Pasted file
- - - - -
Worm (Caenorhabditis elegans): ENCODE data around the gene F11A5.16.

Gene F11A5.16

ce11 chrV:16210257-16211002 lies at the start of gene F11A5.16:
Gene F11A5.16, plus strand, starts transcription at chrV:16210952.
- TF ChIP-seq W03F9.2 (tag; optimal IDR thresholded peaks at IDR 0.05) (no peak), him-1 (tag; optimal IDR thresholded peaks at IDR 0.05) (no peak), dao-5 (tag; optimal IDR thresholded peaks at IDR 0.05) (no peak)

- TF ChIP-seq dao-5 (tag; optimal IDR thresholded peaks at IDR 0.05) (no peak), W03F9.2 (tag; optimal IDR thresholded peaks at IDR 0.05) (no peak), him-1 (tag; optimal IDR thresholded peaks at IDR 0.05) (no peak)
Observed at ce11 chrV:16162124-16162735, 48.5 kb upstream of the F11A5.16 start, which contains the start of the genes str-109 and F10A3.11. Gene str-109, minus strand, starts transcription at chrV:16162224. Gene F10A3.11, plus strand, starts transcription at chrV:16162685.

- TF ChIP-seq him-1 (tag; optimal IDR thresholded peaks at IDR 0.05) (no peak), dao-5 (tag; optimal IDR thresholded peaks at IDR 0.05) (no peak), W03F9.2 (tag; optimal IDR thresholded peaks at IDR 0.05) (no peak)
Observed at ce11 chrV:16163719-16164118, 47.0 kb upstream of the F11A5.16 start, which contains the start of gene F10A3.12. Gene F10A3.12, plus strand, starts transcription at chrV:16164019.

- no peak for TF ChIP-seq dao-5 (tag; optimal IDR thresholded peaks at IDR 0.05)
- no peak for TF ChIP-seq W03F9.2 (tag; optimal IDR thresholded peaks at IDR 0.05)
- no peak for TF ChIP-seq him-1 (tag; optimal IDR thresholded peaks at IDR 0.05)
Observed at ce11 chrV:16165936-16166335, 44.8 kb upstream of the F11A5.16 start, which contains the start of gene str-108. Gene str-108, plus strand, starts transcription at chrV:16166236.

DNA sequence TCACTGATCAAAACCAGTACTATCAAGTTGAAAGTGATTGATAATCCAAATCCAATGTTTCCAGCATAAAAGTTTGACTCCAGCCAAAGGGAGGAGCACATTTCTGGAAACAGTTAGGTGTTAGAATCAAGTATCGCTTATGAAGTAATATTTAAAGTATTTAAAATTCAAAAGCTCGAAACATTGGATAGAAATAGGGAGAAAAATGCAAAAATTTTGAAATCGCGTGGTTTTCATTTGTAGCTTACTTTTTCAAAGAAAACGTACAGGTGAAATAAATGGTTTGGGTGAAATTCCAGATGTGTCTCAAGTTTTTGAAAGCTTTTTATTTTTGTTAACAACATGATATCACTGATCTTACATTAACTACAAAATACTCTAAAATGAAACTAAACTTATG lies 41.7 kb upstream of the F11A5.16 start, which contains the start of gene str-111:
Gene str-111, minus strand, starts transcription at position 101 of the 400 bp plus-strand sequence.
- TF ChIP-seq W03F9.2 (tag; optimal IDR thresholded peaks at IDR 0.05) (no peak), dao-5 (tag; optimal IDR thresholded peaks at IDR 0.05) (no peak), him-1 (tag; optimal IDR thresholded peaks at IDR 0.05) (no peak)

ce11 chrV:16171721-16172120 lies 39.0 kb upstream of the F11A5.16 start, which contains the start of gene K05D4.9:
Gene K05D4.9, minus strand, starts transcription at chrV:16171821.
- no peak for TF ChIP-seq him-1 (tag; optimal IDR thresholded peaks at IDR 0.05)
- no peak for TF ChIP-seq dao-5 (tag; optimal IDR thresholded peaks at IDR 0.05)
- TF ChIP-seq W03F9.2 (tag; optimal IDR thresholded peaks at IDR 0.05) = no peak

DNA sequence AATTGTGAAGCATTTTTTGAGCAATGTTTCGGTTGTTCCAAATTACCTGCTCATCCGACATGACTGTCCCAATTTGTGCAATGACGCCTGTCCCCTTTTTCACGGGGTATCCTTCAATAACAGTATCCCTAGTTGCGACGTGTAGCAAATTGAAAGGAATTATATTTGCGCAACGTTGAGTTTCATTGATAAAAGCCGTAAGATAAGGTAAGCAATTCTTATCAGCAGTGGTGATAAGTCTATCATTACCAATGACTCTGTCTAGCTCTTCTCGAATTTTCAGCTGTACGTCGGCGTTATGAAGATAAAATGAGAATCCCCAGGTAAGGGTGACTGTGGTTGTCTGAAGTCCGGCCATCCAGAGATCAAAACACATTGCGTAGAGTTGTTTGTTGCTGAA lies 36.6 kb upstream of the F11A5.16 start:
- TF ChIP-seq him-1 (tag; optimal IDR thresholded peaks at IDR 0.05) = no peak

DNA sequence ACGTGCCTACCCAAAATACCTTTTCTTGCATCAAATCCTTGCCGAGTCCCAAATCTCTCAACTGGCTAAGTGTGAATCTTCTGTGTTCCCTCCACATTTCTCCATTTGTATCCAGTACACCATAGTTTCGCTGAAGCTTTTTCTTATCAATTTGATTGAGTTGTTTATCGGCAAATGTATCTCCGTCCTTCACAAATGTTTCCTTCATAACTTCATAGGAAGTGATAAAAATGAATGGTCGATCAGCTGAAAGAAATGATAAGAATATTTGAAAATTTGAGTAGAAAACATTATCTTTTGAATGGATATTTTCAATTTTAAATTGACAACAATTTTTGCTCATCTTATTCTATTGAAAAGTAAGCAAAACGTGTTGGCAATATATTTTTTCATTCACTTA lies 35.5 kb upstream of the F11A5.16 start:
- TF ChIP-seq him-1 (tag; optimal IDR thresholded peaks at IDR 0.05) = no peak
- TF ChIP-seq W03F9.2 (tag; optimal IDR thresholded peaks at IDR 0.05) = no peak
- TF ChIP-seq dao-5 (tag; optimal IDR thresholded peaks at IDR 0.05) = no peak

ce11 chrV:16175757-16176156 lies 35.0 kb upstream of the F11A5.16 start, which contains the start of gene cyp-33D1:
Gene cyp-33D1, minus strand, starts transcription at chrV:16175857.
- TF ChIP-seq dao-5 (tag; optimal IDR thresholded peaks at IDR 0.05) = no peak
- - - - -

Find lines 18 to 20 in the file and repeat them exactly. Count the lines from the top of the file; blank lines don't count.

Gene K05D4.9, minus strand, starts transcription at chrV:16171821.
- no peak for TF ChIP-seq him-1 (tag; optimal IDR thresholded peaks at IDR 0.05)
- no peak for TF ChIP-seq dao-5 (tag; optimal IDR thresholded peaks at IDR 0.05)